As you know, Mr Speaker, our government has been exploring, and continues to explore, partnerships with the broader public service or the private sector to provide better service to the people of Ontario and to make sure we are using tax dollars appropriately.

With the creation of SuperBuild, Ontario signalled its intention to increase its use of public-private partnerships and to provide the best value for Ontario taxpayers. But the government can only review its services and assets and allow for public-private partnerships if it has the flexibility to delegate authority.

At the same time, we need to establish open, fair and transparent processes to ensure that the public's interest is protected, and that's exactly what changes in the Public Service Act allow us to do.

These changes also include providing workplace democracy for Ontario Provincial Police civilian employees. By amending the Crown Employees Collective Bargaining Act and the Public Service Act, civilian employees of the Ontario Provincial Police will be able to choose, on a one-time-only basis, whether to continue to be represented by their current bargaining agent or by the Ontario Provincial Police Association.

There will be members across who might ask why we would do this. Hundreds of these employees have expressed their wish to join the OPPA, the Ontario Provincial Police Association. This would allow them to be in the same situation as their municipal police sector counterparts. Under the Police Services Act, civilian employees at municipal forces are represented by their respective municipal police associations.

Legislative amendments to the Public Service Act will provide OPP civilian employees with a democratic choice. It is a matter of fairness and openness. It's a matter of fairness and openness in the workplace that employees have the right to be able to choose their bargaining agent, the bargaining agent that would best represent their needs.

If sufficient support is demonstrated, civilian employees will take part in a secret ballot vote under the supervision of the Ontario Labour Relations Board. If the civilian employees vote in favour of joining the Ontario Provincial Police Association, they will be placed in a separate bargaining unit under the Public Service Act and will be represented by the OPPA.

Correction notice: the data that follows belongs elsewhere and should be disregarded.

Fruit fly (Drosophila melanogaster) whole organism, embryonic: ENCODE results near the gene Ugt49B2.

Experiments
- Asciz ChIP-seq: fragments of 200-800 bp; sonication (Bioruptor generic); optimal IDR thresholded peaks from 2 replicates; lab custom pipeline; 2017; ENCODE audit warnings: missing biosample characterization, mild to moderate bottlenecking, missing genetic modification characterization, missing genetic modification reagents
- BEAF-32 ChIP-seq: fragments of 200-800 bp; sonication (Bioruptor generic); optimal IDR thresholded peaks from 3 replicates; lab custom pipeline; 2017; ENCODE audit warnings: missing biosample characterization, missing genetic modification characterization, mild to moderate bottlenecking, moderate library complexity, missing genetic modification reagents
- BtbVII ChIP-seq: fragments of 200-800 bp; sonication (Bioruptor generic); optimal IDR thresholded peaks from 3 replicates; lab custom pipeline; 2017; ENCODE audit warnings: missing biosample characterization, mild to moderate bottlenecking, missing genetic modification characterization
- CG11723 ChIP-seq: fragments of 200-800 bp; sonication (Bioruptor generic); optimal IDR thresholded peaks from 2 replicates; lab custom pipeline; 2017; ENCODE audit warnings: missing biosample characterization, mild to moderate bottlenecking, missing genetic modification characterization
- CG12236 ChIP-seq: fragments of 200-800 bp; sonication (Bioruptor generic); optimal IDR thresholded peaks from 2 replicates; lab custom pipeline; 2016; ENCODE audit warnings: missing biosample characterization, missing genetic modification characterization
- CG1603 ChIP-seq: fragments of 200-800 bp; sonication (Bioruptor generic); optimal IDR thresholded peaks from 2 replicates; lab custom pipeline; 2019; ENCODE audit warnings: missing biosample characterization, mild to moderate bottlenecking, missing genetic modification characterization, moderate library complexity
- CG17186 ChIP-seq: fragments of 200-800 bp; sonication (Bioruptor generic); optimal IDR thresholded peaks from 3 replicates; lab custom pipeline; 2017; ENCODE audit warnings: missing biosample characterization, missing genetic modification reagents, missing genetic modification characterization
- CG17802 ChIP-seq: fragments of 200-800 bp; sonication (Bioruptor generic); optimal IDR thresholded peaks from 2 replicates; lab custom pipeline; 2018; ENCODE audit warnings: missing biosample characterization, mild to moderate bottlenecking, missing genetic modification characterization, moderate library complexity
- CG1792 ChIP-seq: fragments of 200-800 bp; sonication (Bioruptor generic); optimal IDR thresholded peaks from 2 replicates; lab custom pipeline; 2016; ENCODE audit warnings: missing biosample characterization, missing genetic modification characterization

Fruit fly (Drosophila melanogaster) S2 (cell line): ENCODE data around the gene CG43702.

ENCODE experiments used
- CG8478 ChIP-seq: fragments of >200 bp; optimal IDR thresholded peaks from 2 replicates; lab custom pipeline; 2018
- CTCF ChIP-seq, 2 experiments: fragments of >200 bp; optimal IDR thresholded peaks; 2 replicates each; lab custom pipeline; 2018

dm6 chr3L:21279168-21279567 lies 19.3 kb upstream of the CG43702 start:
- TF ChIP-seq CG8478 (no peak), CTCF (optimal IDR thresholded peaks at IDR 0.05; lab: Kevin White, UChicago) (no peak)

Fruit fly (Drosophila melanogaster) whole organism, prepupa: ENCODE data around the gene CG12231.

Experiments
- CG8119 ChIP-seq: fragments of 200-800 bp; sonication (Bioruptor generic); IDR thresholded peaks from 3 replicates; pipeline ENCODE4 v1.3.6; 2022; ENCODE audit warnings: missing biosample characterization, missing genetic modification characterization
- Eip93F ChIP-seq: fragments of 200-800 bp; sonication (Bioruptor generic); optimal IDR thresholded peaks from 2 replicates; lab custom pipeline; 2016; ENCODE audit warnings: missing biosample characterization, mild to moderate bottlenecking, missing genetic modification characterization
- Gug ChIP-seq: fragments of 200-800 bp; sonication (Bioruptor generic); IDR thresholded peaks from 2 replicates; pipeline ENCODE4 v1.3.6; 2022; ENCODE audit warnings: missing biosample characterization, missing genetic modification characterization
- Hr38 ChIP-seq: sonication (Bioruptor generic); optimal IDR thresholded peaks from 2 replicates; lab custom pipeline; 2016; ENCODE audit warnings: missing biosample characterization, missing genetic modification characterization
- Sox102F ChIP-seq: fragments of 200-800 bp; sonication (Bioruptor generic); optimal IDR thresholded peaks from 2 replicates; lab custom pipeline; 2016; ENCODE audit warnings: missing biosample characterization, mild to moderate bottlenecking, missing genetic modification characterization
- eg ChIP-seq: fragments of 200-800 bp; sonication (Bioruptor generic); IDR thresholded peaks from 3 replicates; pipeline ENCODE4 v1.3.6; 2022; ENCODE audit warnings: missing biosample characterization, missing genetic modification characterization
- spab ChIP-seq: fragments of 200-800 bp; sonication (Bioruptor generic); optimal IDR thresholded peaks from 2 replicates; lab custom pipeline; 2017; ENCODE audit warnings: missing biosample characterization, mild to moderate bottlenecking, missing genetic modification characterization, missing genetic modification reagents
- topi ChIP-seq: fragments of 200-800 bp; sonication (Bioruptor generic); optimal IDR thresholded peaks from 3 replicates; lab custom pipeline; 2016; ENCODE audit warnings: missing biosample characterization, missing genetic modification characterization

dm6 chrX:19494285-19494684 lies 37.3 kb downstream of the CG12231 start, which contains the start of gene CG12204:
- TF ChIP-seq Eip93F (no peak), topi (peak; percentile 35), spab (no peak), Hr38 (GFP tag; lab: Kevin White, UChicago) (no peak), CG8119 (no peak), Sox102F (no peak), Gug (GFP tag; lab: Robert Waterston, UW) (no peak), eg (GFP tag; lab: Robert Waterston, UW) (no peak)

This is an updating of the Public Service Act, not a complete overhaul of the legislation. Management Board Secretariat consulted with ministries and bargaining agents last year on a number of items that were identified as needing an update.

Updating the Public Service Act removes the barriers that hinder the government in adopting the dynamic needs of the people of Ontario. It enables us to move with the times and establish practices that reflect those commonly used in modern workplaces.

The changes I am proposing will help the public service, the OPS, to continue to provide the quality service the public has come to expect and which we have promised to deliver.

As I mentioned earlier, these are things that would have been included automatically in an employer's human resources department in the private sector. Why this has not been done previously is beyond me, but nevertheless, it hasn't. These changes are badly needed and I hope that everyone will support them.

Mr Garfield Dunlop (Simcoe North): Thank you for allowing me the opportunity to speak this evening on Bill 25, An Act to amend the Public Service Act and the Crown Employees Collective Bargaining Act, 1993.

To begin with, I would like to thank the PA, Mr Wettlaufer, for his comments. I'd also like to congratulate Minister Tsubouchi for bringing forth this legislation, which I believe has not had any substantial amendments for over 40 years.

When Minister Tsubouchi introduced this act on April 30, a number of amendments were necessary to bring the legislation into the 21st century. I'd like to speak for a few moments on the background and some of the reasons for amending this act.

First of all, one might ask, why are we reviewing the Public Service Act at all? The legislation, parts of which date back more than 122 years, needs to be updated to meet current and future business challenges as we bring greater accountability and improved customer service to the taxpayers of our province.

As the main legislative framework for human resource management in the Ontario public service, the Public Service Act sets out the authority for activities in areas such as recruitment, conditions of employment and rules of conduct. We are looking at what changes need to be made to help us meet our goal of a multi-skilled, flexible workforce.


Management Board Secretariat has consulted with ministries and bargaining agents on a number of items that have been identified as needing an update. We are continuing to review those items and seek further input from our stakeholders.